And did those feet in ancient time, walk upon England’s mountains green?
I did live in England one time, for a period of four months. It was 1989, I think. London. I never got to the mountains. Never even saw any. Not to the country at all. I was at school. Mostly it was bars for us, in our free time. One of the girls was dating a rower so a few times we went to watch him row. You had to drink then, it was so boring. Watery gin drinks. Scull, scull. Never knew who won or lost, couldn’t tell the difference, never cared. They were sorority girls I lived with, in a dingy apartment in Bayswater. Surprising me, they were nice girls. On the stovetop, sliver-thin cockroaches ran round and round when we cooked. In a cabinet in the living room we found a dead dove, its belly split open with rice spilling out. We never knew how the bird got there or if the rice had killed it.
And was the holy Lamb of God, on England’s pleasant pastures seen?
I saw some pastures through a window, taking the train up to Edinburgh. That was a different trip. By then I was a young woman, not a girl. I remember cows in a field, and behind them a massive nuclear power plant. How excellent it would have been to see a lamb instead. Now, writing this, I quietly remove the looming hyperboloid cooling towers from my memory, and there where the nuclear reactor stood I place the lamb.
And did the Countenance Divine shine forth upon our clouded hills?
Here yes, I think…I think I might have seen that once. Quite suddenly, I’m sure I have. There, step outside. Hold up your arms, let the wind blow. Then comes the rain. What if we didn’t go inside? Stand out here with me, let it rain. We’re wet, we’re soaking wet, now that the novelty has passed we could really get unpleasantly cold out here, and yet—there it is. Light covers everything. Our faces are illumined. The rain dries on our limbs. If we wait long enough we’ll dry off completely, even our clothes that stick now to our skin. Star with magnetic fields, with us for these billions of years.
And was Jerusalem builded here, among these dark Satanic Mills?
This is the sad part. This is the part that breaks my heart. No, gentle friend, we never built Jerusalem. It was the mills we built, mills and mills and mills. The mills stretch on forever now.
Bring me my Bow of burning gold; bring me my Arrows of desire.
I will, I will! Forthwith. But where will you shoot your arrows, dear? Where will you shoot those things? The enemy is everywhere. The enemy is the pillars that hold up your very own temple. Your arrows will bounce off, poor creature; arrows are no match for this. I almost weep to think of you, your musclebound physique, shooting those shining arrows as though they could make a dent in steel.
Bring me my Spear: O clouds unfold! Bring me my Chariot of fire!
I’ll run and get it, give me a few minutes. I’ll see it’s sharpened to a point. It sits there, in your armory. The chariot’s ready. But one small thing—about the spear, dear heart. Please don’t be offended. It’s beautiful, it really is; that spear’s a work of art. But how far can you throw it? You’re looking tired today: the bills, I know, the rest of it. Human frailty. And even if that spear meets its mark…I know, I know. You need encouragement. We all do. It’s a lovely spear.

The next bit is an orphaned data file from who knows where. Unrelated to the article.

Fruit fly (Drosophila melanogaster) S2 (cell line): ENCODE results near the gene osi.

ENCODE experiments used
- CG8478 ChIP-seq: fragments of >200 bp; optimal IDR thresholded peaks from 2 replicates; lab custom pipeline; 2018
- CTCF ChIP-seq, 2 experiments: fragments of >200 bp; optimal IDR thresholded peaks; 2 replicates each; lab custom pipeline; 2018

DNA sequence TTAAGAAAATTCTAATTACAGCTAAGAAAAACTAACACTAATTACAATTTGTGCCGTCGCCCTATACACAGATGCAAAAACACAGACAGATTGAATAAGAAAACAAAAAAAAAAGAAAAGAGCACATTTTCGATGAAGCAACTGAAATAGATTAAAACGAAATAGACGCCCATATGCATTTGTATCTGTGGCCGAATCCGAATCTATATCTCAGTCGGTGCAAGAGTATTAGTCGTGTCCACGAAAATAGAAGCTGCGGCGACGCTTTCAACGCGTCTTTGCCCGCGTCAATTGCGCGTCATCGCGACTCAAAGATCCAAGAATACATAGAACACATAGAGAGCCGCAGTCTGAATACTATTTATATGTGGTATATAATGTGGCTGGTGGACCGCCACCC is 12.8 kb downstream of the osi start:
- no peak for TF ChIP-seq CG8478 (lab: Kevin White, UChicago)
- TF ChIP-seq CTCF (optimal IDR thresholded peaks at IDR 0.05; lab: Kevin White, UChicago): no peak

I will not cease from Mental Fight—
No. That’s the ticket. Never give up, my pet. The dream is what you have. I’ve had it too. Peace, generosity. Grace and humility. Say, a settlement of pale and modest buildings, not large, surrounded by the hills and valleys, the woods where beauty roams. Many of these small towns, sufficient unto themselves. Trade roads, a few but not many, across the tall-grass prairies in between, across the sparkling rivers the odd arched bridge. No children starving; none at all. Simply allowed to play by day, and when night falls, the moon rises; a noble owl is on the wing, his round eyes great in his head. Mice scurry then, no doubt. They’ll scurry, but to no avail. Yes, I like it. I like what you say very much. Let us fight with our minds; that’s how we’ll do it. That’ll show them.
—nor shall my Sword sleep in my hand—
Of course, of course, the sword is nice too. You have so many weapons! And all of them are gorgeous. Really top quality. Craftspeople’s work. Still that sword, like the spear—and the arrows—it can’t…
—Till we have built Jerusalem, in England’s green and pleasant Land.
And beyond England, maybe. Past England utterly. Let’s aim higher, heart of my heart, let’s aim for Africa, you know, the Indian subcontinent. The U. S. of A. In some cases it may not even be a matter of building, more a matter of taking down. Reorganizing. Bringing the forests back, letting the jungles be. Education! For that you may not need the sword. Maybe not the arrows. You can probably leave the spear in the armory, even. Maybe let’s keep the weapons where they are. They look good there; they have a glow about them, safe in the glass case like that. Don’t you think? The chariot of fire, though, that’ll come in handy. I’ll trick it out for you. And don’t worry: we’ll take the weapons out on ceremonial occasions. Parades, darling! I know how you love parades. You’ll dress up in your full regalia, on holy days, when we finish Jerusalem.
Lydia Millet is the author of eight novels, including My Happy Life (PEN-USA Award winner), Oh Pure and Radiant Heart and a new one, Magnificence, just released by W.W Norton. Her short story collection Love in Infant Monkeys was a Pulitzer Prize finalist. She is a staff wrier and editor at an endangered-species protection group and was named a Guggenheim fellow in 2012.
Headshot by Ivory Orchid Photography